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Learning About Penicillin Allergy

What is a penicillin allergy?

A penicillin allergy is an allergic reaction that your body has to penicillin antibiotics. The reaction can range from mild to serious. Common allergic reactions include rashes and swelling. But a severe allergic reaction can cause trouble breathing. This can be deadly if not treated right away.

A severe reaction is more likely if you have had:

  • A positive skin test for penicillin allergy.
  • Hives that appeared right after you took the medicine.
  • A bad reaction to penicillin in the past.

People who have a penicillin allergy also may react to similar antibiotics. These include ampicillin and amoxicillin. Ask your pharmacist or doctor about these medicines.

Many people who believe that they have an allergy to penicillin do not. They may have a mild side effect, rather than an allergic reaction. There are tests that will confirm if you have a penicillin allergy or if it is a side effect.

What are the symptoms?

A mild reaction can cause:

  • A mild rash.
  • Hives.
  • Swelling of your lips, tongue, or face.
  • Itching.

In rare cases, an allergy to penicillin can cause a severe allergic reaction (called anaphylaxis) that can be deadly. Severe reactions usually happen within an hour after you take the medicine. If you had a rash with red, blotchy spots that showed up a few hours or days after you took penicillin in the past, it is unlikely that you will have a severe reaction to penicillin if you take it again.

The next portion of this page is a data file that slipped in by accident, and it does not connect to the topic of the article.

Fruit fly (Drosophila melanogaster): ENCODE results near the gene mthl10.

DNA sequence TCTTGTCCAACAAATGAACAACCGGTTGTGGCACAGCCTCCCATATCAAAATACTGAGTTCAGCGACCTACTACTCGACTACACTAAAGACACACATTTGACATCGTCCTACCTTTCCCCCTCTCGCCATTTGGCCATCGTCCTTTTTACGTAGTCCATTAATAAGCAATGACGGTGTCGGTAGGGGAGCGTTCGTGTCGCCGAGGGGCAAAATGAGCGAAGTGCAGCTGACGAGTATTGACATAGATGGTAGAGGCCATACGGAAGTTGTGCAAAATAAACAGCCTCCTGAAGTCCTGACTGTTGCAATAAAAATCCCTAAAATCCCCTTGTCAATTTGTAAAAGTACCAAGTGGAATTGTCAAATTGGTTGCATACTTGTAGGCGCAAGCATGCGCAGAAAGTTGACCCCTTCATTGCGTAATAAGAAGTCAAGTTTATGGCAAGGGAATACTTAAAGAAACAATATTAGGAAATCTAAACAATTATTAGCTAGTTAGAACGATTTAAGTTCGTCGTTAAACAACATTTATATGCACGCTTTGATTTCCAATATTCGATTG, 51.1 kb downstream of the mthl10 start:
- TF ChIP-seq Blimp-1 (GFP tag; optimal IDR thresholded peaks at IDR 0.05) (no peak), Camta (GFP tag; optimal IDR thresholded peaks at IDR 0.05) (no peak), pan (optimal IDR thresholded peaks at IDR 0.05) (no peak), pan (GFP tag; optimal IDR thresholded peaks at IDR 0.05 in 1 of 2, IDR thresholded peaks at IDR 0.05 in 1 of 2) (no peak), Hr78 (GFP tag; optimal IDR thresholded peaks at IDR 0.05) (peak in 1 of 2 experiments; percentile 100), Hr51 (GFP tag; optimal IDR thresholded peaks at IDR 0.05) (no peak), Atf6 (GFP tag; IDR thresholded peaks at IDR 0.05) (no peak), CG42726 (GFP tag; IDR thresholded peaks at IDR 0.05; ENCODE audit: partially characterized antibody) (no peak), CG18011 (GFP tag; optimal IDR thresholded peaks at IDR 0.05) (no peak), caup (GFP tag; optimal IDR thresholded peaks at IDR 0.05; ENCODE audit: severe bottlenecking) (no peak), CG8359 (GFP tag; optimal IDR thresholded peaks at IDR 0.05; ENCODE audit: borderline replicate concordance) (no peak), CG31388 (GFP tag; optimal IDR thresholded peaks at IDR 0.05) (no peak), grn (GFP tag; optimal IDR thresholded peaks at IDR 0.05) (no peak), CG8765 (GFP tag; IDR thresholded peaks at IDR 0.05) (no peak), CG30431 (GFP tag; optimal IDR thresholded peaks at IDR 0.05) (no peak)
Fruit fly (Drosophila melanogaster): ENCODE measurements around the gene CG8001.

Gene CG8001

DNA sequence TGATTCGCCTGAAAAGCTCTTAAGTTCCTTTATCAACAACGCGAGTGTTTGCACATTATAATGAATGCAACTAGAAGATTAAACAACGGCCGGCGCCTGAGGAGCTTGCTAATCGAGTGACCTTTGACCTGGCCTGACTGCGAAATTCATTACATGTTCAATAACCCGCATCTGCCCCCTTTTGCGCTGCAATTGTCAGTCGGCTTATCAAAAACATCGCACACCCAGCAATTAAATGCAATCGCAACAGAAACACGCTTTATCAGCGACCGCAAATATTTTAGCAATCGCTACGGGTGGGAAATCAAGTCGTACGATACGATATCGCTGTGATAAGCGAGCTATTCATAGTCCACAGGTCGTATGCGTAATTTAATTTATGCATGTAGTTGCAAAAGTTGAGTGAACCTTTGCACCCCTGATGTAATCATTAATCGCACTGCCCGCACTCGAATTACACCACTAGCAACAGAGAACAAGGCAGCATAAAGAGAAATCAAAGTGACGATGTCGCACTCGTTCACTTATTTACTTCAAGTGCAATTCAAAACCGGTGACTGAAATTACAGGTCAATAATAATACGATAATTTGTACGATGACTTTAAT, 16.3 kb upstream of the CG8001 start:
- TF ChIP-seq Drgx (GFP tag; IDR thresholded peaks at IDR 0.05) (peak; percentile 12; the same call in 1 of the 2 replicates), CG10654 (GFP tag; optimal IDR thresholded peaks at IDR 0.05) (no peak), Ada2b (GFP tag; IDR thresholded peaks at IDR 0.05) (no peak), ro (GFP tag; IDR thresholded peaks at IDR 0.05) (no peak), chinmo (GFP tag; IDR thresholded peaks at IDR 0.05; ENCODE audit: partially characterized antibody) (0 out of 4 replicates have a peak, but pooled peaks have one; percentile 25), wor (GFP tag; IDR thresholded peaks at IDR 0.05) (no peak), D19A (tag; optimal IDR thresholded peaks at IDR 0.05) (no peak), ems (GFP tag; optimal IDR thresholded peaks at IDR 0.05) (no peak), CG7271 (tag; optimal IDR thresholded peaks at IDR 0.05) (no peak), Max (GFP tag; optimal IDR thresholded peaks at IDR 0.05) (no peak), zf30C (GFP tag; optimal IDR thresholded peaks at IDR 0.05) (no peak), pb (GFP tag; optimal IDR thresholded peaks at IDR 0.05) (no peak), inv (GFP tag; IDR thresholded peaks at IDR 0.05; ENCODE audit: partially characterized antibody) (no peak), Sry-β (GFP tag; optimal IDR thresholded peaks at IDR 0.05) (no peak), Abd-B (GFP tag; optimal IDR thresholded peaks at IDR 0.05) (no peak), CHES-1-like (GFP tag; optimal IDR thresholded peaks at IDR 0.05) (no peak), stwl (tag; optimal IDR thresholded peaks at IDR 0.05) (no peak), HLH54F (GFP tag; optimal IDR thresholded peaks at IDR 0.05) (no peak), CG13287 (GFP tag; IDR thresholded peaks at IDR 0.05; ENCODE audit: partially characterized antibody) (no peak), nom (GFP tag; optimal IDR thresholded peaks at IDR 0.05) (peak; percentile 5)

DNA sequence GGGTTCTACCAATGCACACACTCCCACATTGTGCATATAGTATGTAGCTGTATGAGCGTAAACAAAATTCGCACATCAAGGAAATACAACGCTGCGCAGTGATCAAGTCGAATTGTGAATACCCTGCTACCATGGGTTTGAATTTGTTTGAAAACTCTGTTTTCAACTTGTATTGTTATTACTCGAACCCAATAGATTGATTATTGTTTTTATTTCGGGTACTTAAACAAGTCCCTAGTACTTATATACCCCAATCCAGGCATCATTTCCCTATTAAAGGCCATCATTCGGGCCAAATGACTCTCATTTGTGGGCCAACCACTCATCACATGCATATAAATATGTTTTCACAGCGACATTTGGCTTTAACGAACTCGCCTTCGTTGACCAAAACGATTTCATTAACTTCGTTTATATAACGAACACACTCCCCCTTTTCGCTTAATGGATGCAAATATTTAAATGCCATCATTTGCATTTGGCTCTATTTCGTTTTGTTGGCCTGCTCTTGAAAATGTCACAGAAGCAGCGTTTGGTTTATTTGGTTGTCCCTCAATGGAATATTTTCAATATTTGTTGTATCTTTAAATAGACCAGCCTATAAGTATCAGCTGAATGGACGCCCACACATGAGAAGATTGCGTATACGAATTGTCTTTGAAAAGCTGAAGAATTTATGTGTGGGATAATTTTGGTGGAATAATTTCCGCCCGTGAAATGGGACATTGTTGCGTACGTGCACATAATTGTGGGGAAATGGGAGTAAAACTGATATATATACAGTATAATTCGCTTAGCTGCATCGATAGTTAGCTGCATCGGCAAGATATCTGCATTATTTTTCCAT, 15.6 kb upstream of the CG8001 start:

A severe reaction can include all of the symptoms of a mild reaction as well as:

  • Severe dizziness.
  • Trouble breathing.
  • Rapid or weak pulse.
  • Loss of consciousness.
  • Diarrhea, nausea, or vomiting.

If you take penicillin and then get raised bumps on your skin, have trouble breathing, or have other symptoms of anaphylaxis, call 911 or other emergency services right away.

How is it treated?

The first thing to do to treat a penicillin allergy is stop taking the medicine.

A mild reaction often can be treated with over-the-counter antihistamines. These medicines stop swelling and itching.

Some people may need prescription medicine.

You also can treat a mild reaction by:

  • Taking a cool shower or applying a cool compress.
  • Wearing lightweight clothes that don't bother your skin.
  • Not using strong soaps and detergents. They can make itching worse.

A shot of epinephrine is needed for severe reactions. Sometimes people also get antihistamines and other medicine in a vein.

If you have any reaction to penicillin, let your doctor know right away. There are tests that will confirm if you have a penicillin allergy. If it's positive, tell people who care for you that you have a penicillin allergy.

It's also a good idea to wear medical alert jewellery that lists your allergies.

Follow-up care is a key part of your treatment and safety. Be sure to make and go to all appointments, and call your doctor or nurse call line if you are having problems. It's also a good idea to know your test results and keep a list of the medicines you take.

Where can you learn more?

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Care instructions adapted under license by your healthcare professional. If you have questions about a medical condition or this instruction, always ask your healthcare professional. Healthwise, Incorporated disclaims any warranty or liability for your use of this information.